The Environmental Protection Agency is considering allowing Dow Chemical Co. to continue selling a controversial pesticide used to protect new homes from termites beyond a deadline that requires it to be phased out for this use at the end of the month.
EPA officials said yesterday that they are reviewing new information from Dow suggesting that chlorpyrifos, sold under the trade name Dursban, meets federal exposure guidelines when used this way. Each year, builders apply hundreds of millions of gallons of Dursban on bare ground to kill termites before laying home foundations. It is also used widely on crops, on golf courses and to control mosquitoes, and there are no plans to restrict these applications.
Some recent studies have linked Dursban to neurological and developmental damage in animals and young children. Dow officials question these studies and say children in new homes are protected by layers of plastic and concrete covering the pesticide-treated ground.
Jim Jones, who directs the EPA's Office of Pesticide Programs, said the agency still expects Dow to cease selling Dursban for home construction on Dec. 31 under an agreement the two parties struck in 2000. But he added that the administration will review the company's petition over the next month and a half to judge whether Dow will be allowed to resume marketing the pesticide for new homes.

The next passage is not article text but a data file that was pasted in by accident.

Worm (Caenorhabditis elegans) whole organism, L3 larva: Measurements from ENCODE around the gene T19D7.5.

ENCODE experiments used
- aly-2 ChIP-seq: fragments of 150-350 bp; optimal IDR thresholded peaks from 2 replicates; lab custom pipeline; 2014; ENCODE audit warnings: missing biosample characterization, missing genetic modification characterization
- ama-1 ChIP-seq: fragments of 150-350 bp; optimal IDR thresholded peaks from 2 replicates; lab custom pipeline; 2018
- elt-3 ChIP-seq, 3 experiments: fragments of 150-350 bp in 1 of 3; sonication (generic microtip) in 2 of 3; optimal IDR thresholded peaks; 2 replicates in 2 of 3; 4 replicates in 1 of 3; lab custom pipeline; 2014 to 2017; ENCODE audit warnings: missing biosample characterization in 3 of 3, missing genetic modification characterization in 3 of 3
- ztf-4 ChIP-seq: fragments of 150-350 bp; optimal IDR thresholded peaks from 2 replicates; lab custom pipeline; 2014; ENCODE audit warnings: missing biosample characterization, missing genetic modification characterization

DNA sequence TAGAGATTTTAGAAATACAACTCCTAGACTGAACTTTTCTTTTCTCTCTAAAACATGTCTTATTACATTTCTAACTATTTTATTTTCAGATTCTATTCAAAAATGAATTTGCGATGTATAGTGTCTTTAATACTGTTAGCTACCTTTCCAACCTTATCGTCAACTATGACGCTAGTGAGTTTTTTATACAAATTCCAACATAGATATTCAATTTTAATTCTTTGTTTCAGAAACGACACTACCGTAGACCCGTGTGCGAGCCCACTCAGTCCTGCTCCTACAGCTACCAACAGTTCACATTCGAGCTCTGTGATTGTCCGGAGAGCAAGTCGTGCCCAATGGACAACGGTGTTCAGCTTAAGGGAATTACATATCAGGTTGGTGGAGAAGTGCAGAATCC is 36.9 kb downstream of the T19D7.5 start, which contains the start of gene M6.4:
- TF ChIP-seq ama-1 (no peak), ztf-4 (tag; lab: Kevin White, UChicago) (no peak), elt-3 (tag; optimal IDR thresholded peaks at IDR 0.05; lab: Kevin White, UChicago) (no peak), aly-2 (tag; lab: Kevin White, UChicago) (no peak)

"We wouldn't allow them to use it if it wasn't safe," Jones said.
Based on talks between the company and the EPA, Dow AgroSciences spokesman Garry Hamlin said the firm believes it will be able to sell Dursban for home building for the next three years as long as it conducts extensive air monitoring and submits the results to the government. He said Dow used new agency mathematical modeling to gauge pesticide exposures linked to construction and found "it falls within an acceptable range."
Hamlin said that, after 40 years on the market and 3,600 studies of its effects, Dursban has "undergone the most rigorous review of any product in the history of the world."
But public health advocates pointed to a recent study of black and Latino women in New York City, in which researchers found that babies who were exposed to the pesticide in utero weighed less and were shorter than babies who were not. They said the administration should not allow the continued use of Dursban under homes, where children are more vulnerable to exposure.
Jay Feldman, executive director of the advocacy group Beyond Pesticides, said some of Jones's advisers told him last week that the EPA would grant Dow as much as a three-year extension, which he called "deplorable."
"It just doesn't make sense in light of what is known in terms of the neurological risks of this chemical," Feldman said.